Miller Nash LLP: Cannabis & Taxes: Making Cents of Refunds and Reclassification

Miller Nash LLP


On April 30, 2024, the Associated Press announced the U.S. Drug Enforcement Agency (DEA) will move to reclassify cannabis from a Schedule I to Schedule III under the Controlled Substances Act. It is important to note that the move generally requires the DEA to proceed through the rulemaking process. The rulemaking process will involve a public notice and comment period that should take at least sixty days. There is no certainty that the DEA will complete the rulemaking process or a timeframe in which it would occur.

Making Cents of Rescheduling

  • As currently drafted, section 280E of the Internal Revenue Code denies tax deductions and credits to any taxpayer engaged in a trade or business that consists of trafficking a Schedule I or II controlled substance within the meaning of the Controlled Substances Act in violation of state or federal law. Final rulemaking and rescheduling could eliminate the tax burden of 280E.
  • There is currently no guidance on when taxpayers may benefit from rescheduling. The IRS may take the position that rescheduling would be deemed to relate back to the beginning of a taxpayer’s tax year (taxpayer-favorable). The IRS may take the position that rescheduling has no 280E impact until the first full year in which rescheduling has occurred (unfavorable to taxpayers). Lastly, a middle-ground approach might be a position where taxpayers apportion their disallowance if rescheduling occurs during a taxpayer’s tax year. We might expect a proposed rule to include a January 1 effective date and/or the IRS to include comments suggesting such an effective date.
  • There is no guarantee that Congress won’t amend tax law. We could go into the end of the year with proposed tax legislation that would expand 280E to cover Schedule III substances. Similarly, Congress could revisit tax stamps under the Marihuana Tax Act of 1937 or implement an excise tax program. With the looming sunset of tax provisions from the Tax Cuts and Jobs Act, it is unclear what could occur and where Congress may seek to generate tax revenues.

Separately, on March 13, 2024, Green Market Report published an article detailing Ascend’s “tax nullification strategy.” Ascend’s CEO did not go so far as to claim the company had nullified 280E. Rather, the company identified a “tax position” and submitted refund claims for their 2020, 2021, and 2022 tax years. The article came on the heels of another Green Market Report from February 29, 2024, detailing a $113M tax refund claim by Trulieve for a tax position related to section 280E.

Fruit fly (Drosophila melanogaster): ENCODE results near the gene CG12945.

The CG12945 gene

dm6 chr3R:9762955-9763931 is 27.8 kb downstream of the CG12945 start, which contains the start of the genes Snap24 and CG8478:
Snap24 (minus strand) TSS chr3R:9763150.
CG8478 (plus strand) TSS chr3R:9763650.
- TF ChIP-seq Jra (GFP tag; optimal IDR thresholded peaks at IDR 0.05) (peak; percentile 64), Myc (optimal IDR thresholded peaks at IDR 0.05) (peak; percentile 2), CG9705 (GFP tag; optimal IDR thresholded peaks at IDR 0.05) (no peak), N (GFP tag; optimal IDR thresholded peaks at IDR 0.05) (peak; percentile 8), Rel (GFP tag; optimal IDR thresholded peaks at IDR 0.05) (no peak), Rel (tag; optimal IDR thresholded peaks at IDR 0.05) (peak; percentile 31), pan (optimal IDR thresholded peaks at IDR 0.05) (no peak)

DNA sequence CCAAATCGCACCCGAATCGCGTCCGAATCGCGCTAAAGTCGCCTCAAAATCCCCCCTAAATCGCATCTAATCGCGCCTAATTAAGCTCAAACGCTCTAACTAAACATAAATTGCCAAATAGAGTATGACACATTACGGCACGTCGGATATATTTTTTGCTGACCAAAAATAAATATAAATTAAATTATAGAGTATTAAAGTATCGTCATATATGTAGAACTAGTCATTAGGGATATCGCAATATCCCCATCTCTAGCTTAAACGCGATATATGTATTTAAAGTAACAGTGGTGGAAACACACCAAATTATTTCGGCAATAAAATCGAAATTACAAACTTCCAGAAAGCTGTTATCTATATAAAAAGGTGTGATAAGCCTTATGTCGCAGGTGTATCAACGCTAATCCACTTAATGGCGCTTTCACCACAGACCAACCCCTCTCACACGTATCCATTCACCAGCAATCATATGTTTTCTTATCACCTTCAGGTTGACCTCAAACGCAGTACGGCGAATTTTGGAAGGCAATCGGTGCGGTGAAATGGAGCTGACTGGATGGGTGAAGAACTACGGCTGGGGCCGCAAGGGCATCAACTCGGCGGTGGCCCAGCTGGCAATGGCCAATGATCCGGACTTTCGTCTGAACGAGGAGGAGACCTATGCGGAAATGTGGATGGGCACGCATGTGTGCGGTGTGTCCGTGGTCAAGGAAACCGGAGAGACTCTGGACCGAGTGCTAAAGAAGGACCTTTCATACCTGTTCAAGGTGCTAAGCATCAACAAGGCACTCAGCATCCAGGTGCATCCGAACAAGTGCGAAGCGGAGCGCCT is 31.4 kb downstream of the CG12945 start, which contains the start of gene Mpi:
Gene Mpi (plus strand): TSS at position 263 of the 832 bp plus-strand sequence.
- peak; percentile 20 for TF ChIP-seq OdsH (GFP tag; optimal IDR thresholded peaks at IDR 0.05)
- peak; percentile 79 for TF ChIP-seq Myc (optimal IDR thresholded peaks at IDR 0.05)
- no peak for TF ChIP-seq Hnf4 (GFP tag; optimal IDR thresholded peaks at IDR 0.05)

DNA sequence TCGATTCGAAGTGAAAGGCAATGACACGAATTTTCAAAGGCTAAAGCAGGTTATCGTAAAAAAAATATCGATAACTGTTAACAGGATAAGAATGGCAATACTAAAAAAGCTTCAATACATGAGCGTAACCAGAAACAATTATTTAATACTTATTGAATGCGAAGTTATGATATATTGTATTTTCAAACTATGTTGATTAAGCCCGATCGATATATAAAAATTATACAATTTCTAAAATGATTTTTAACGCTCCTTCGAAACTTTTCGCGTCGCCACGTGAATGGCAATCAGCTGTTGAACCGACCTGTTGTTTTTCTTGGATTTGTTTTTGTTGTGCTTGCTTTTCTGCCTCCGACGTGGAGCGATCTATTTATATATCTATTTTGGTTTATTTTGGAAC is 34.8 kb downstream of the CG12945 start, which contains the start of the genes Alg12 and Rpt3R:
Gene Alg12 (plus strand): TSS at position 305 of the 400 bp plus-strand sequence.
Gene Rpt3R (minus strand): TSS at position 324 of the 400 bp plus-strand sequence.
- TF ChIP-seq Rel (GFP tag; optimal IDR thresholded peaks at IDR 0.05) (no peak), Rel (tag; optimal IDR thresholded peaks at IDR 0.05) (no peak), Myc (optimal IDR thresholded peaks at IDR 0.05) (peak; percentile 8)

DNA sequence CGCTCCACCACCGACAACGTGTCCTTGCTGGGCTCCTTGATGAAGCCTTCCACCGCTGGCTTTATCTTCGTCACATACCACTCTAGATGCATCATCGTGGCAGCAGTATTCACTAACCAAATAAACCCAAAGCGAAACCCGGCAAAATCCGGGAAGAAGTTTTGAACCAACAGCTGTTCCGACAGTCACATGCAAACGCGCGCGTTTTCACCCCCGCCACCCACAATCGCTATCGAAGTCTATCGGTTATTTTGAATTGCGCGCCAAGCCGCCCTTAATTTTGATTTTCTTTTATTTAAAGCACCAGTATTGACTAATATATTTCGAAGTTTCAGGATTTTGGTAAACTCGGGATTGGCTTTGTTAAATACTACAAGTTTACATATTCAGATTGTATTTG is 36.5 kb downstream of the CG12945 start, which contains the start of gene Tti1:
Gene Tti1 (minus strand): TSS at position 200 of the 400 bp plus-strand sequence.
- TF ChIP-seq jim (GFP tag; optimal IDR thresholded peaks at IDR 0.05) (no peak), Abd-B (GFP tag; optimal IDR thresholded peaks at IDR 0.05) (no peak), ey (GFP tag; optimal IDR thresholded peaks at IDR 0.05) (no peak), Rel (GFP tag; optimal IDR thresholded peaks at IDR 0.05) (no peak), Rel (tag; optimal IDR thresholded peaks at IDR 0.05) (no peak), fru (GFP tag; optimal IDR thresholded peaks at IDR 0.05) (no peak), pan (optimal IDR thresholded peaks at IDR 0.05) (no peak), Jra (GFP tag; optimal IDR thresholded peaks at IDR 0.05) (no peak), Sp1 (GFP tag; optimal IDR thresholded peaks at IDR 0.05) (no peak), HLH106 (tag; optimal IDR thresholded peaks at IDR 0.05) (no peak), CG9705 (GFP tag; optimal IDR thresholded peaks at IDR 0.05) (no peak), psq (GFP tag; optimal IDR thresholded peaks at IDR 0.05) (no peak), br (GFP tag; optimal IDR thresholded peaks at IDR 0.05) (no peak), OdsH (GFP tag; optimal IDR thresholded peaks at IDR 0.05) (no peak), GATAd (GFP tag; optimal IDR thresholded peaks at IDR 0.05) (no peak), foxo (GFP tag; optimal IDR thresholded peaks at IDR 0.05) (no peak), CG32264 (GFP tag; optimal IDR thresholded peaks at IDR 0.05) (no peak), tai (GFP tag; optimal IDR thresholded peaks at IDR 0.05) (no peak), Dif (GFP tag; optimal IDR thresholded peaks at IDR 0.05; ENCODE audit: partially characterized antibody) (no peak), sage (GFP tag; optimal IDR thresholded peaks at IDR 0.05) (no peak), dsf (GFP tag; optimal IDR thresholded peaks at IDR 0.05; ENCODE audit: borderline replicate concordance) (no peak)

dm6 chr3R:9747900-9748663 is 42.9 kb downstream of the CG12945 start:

Making Cents of Tax Refund Claims

  • Both Truelieve and Ascend appear to have recorded uncertain tax position liabilities associated with their refund claims. These liabilities generally occur when a company takes a tax position with less than a “more likely than not” level of comfort. This generally means that if the IRS were to audit the underlying tax issue, the company believes it has less than coin-flip odds of being successful. A review of the articles and financial statements suggests that both companies have received tax opinions from law firms at a reasonable basis or substantial authority level of comfort. This generally gives the companies a basis to file a tax return without it later being determined to be fraudulent but may not protect them from interest or penalties upon a later IRS examination.
  • Non-publicly traded cannabis companies may be interested in pursuing a similar approach. Those taxpayers should be prepared to pay hefty legal fees for having a law firm first draft a tax opinion, and subsequently defend that position upon IRS exam. On top of those fees, those taxpayers should be prepared to repay any refunds they receive, plus potential penalties and interest. Anyone taking this path is likely holding their breath and hoping the IRS never comes knocking. These positions may reflect a bet-the-farm situation. Proceed with caution!

Our team continues to evaluate what rescheduling will mean for cannabis businesses and the impact that DEA rulemaking might have on established state markets. If you have questions or concerns about how rescheduling may impact your business or the potential for tax refunds, please contact us.

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Ian Stewart – Wilson Elser Moskowitz Edelman & Dicker LLP
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Lance Rogers – Greenspoon Marder – San Diego
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Tracy Gallegos – Partner – Fox Rothschild

Adam Detsky – Knight Nicastro
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Peter Fendel – CMR Real Estate Network
Nate Reed – CMR Real Estate Network

Matthew Ginder – Greenspoon Marder
David C. Kotler – Cohen Kotler

William Bogot – Fox Rothschild

Valerio Romano, Attorney – VGR Law Firm, PC

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Tracy Gallegos – Associate Fox Rothschild

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Matthew G. Miller – MG Miller Intellectual Property Law LLC
Daniel T. McKillop – Scarinci Hollenbeck, LLC

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Gregory J. Ryan, Esq. Tesser, Ryan & Rochman, LLP
Tim Nolen Tesser, Ryan & Rochman, LLP
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